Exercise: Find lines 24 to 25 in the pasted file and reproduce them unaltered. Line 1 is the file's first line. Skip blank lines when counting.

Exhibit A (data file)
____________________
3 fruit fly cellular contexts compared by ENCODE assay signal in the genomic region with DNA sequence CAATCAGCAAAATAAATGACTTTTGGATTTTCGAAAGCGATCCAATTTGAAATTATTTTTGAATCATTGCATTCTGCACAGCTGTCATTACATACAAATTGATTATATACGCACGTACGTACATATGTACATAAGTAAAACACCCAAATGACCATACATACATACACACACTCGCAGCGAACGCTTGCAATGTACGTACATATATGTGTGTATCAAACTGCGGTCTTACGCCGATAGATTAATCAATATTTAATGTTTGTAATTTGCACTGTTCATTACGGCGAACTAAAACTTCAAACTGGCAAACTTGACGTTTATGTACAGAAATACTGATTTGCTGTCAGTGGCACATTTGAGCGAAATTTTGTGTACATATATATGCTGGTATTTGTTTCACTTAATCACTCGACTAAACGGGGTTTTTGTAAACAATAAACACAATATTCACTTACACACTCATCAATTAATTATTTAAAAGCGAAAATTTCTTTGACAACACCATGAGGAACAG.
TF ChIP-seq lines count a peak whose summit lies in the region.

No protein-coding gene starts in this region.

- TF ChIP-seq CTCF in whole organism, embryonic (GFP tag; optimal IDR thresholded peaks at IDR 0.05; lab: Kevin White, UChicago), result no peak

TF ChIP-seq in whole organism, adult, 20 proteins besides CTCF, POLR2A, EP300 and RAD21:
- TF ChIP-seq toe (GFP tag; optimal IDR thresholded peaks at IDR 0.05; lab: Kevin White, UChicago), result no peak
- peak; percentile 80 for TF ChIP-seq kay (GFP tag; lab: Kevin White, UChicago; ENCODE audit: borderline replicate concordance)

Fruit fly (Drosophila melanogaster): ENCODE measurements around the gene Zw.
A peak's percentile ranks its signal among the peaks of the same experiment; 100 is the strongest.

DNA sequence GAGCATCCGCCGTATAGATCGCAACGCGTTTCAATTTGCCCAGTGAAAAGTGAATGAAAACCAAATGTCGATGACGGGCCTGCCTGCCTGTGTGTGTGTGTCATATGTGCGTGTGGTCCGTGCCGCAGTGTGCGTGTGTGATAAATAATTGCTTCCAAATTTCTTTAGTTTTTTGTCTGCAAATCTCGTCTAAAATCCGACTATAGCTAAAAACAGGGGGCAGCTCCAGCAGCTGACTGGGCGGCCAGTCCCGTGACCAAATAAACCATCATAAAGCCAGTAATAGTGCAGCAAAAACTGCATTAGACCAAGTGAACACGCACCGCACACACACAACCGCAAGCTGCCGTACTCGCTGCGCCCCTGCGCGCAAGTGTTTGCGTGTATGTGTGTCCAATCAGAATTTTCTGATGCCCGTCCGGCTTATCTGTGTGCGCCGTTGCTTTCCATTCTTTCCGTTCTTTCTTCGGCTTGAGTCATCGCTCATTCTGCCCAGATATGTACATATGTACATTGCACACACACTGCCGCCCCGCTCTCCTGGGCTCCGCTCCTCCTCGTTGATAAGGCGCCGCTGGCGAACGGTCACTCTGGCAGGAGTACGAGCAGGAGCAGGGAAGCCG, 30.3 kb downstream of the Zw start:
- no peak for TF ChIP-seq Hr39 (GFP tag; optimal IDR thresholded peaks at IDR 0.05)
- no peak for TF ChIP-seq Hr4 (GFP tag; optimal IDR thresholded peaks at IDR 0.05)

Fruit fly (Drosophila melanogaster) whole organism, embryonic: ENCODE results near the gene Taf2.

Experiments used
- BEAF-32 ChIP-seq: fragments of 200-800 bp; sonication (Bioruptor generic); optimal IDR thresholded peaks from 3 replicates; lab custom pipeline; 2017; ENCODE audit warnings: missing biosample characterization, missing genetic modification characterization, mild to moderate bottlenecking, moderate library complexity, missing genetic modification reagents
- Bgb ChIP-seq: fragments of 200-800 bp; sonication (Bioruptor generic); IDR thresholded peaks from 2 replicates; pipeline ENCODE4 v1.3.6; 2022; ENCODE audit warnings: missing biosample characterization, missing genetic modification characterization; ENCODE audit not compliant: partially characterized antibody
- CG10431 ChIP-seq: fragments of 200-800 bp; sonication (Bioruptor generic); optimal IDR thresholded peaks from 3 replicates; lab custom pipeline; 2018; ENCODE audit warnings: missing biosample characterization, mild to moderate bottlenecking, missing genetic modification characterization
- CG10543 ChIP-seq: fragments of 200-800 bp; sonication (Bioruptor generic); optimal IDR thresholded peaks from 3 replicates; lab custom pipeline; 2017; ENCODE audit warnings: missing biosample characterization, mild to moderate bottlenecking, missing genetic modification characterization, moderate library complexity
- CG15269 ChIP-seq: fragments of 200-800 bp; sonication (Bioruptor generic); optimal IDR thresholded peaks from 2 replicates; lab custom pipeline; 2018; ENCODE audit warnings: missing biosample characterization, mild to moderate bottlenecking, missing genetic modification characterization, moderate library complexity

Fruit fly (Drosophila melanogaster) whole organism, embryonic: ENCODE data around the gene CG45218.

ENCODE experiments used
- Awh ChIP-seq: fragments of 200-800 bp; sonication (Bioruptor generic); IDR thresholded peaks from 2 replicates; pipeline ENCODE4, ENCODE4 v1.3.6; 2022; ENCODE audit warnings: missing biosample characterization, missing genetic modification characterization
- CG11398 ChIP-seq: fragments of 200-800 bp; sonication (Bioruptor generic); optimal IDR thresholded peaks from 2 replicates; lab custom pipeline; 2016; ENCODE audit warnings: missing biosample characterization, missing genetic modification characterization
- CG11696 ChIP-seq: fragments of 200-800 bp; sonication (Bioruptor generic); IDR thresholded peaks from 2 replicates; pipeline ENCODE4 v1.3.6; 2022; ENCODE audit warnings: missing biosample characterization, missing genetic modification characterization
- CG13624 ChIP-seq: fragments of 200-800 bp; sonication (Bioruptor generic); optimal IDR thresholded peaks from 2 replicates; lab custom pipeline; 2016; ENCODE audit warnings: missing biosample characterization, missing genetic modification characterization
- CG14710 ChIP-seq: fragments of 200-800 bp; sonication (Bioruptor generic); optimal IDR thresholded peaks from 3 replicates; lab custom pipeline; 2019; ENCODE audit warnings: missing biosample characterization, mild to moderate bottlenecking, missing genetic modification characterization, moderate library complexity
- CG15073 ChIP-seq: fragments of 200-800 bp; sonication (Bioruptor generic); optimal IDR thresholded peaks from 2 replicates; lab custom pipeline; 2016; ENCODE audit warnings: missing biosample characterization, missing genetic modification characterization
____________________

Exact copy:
- CG11696 ChIP-seq: fragments of 200-800 bp; sonication (Bioruptor generic); IDR thresholded peaks from 2 replicates; pipeline ENCODE4 v1.3.6; 2022; ENCODE audit warnings: missing biosample characterization, missing genetic modification characterization
- CG13624 ChIP-seq: fragments of 200-800 bp; sonication (Bioruptor generic); optimal IDR thresholded peaks from 2 replicates; lab custom pipeline; 2016; ENCODE audit warnings: missing biosample characterization, missing genetic modification characterization